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Mikko Alanne

Mikko Alanne

Posted: October 21, 2010 08:00 PM

It's been an interesting week for gay rights in Europe, and not such a good one for the religious right. On Tuesday of last week, the Finnish Broadcasting Company hosted a live gay rights panel, with people from both sides gathered for a strikingly civil discussion.

What was unexpected was the aftermath. As a result of the anti-gay comments made by some of the religious panelists, 30,000 people have resigned from the state church, according to official statistics.

What makes this show of solidarity for gay rights and a demand for a progressive evolution within the church all the more remarkable is the fact that gays and lesbians in Finland already enjoy almost all civil rights protections, the only things still missing being full civil marriage and adoption rights.

But something else struck me watching this debate. And that's the fact that opposition to LGBT rights, whether in Finland or the US, seems to be singularly rooted in religiously motivated prejudice. And further, that gay rights foes seem to always cling to the same old three arguments. So, to help progress along worldwide, let me take on the religious right's greatest hits in less than one minute. Ready?

1) Being gay is a choice and against nature. Actually, homosexuality has been documented in some 1,500 species, and the most recent scientific research suggests that homosexuality likely occurs in all animals. What are we to make of all these 'unnatural' primates, birds, sheep, and even worms? Are they being just as nature intended, or are they going to hell, too?

2) Gays want to redefine the unchanged Biblical definition of marriage from one man and one woman. First of all, gays want be a part of the civil institution of marriage, which is a secular legal issue. Second, nothing would change for straights, in their churches, marriages, or otherwise. But what of this claim of 'unchanged,' rarely challenged? The Old Testament is rampant with polygamy among its patriarchs. Abraham was a polygamist, as was King David, and King Solomon was the biggest of all, with 700 wives and 300 concubines. He did apparently defy God with this -- not because of the numbers, but because he married foreigners (1 Kings 11:1-3). The Bible aside, didn't women used to be considered the mere property of their husbands? Weren't many, if not most, marriages pre-arranged at one time? The definition of marriage, like most things, has evolved over time.

3) Gay marriage will lead to the end of procreation and the human species. For starters, the world population of soon 7 billion might cause us to think otherwise. But what's actually funny here is that according to this rationale, every straight person must really be gay, merely kept in the closet by the definition of marriage, just looking for that loophole to ditch their spouse for some same sex action. Is anyone except professional anti-gays really worried about this?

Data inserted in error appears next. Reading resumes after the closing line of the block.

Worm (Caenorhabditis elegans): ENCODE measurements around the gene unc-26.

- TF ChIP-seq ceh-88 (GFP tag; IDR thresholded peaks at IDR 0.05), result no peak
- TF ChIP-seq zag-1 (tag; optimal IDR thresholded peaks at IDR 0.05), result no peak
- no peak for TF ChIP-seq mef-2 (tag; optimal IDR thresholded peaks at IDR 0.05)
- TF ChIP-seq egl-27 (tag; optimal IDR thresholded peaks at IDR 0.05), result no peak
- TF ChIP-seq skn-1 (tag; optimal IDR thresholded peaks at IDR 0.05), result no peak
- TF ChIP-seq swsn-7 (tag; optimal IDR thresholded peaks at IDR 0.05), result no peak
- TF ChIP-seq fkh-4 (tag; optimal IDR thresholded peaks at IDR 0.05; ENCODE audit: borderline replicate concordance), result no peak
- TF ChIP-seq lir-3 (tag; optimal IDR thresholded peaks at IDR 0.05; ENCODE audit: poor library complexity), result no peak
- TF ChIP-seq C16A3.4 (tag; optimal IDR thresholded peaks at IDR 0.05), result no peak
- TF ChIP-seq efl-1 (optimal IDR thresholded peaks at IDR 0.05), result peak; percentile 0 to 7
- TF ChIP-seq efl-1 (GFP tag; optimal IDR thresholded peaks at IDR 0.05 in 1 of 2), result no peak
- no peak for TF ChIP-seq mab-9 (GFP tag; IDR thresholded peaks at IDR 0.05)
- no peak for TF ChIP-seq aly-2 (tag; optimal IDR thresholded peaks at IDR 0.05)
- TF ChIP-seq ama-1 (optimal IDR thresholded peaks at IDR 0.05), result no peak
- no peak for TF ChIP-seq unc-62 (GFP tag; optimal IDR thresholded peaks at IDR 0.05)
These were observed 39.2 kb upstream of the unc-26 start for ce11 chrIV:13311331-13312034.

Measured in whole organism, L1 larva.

4) I don't care what you say, the Bible condemns homosexuality. I know I said three arguments, but the religious right always throws in this one when everything else has fallen apart. Now, whether the alleged Biblical prohibitions are against homosexuality per se, or merely against forced sodomy (a common practice by conquering soldiers of the time) can be debated. But the Bible clearly condemns many other things that we no longer consider even mildly sinful in the same category of "abomination." Like eating shellfish (Leviticus 11:10), or women wearing pants (Deuteronomy 22:11). I also don't see the religious right following the Bible's stern edicts to stone to death their rebellious children (Deuteronomy 21:18-21), to kill people for gathering sticks on the Sabbath (Numbers 15: 32-36), or the proper ways of selling their daughters to slavery (Exodus 21:7-10). So what's going on, religious right? When did these things cease to be God's infallible, unchangeable word?

Above, in a nutshell, is the actual root of the civil rights debate we're still having in America. In the year 2010. What's saddest of all is that this isn't just an issue of rights. It's an issue of lives.

Both hate crimes against gays and suicides of bullied gay youths are alarmingly on the rise. In the wake of the recent surge of teen suicides, the anti-gay group Exodus International-- to its credit-- dropped its involvement in the annual anti-gay campaign "Day of Truth," where Christian students are encouraged to bully their fellow gay students with the Biblical wisdom detailed above. Focus on the Family has pledged to carry on with the campaign. Other groups, like the self-proclaimed "National Organization for Marriage," continue their own crusades to warn people about the Apocalyptic consequences of simply treating people with equality and respect.

To these anti-gay groups, congregations, their members, and their leaders, I propose this question:

What will you do on the day you will finally accept the vast body of scientific evidence that homosexuality is, in fact, completely natural, and indeed, if you so believe, created by God like everything else?

I'd start thinking about that. Today.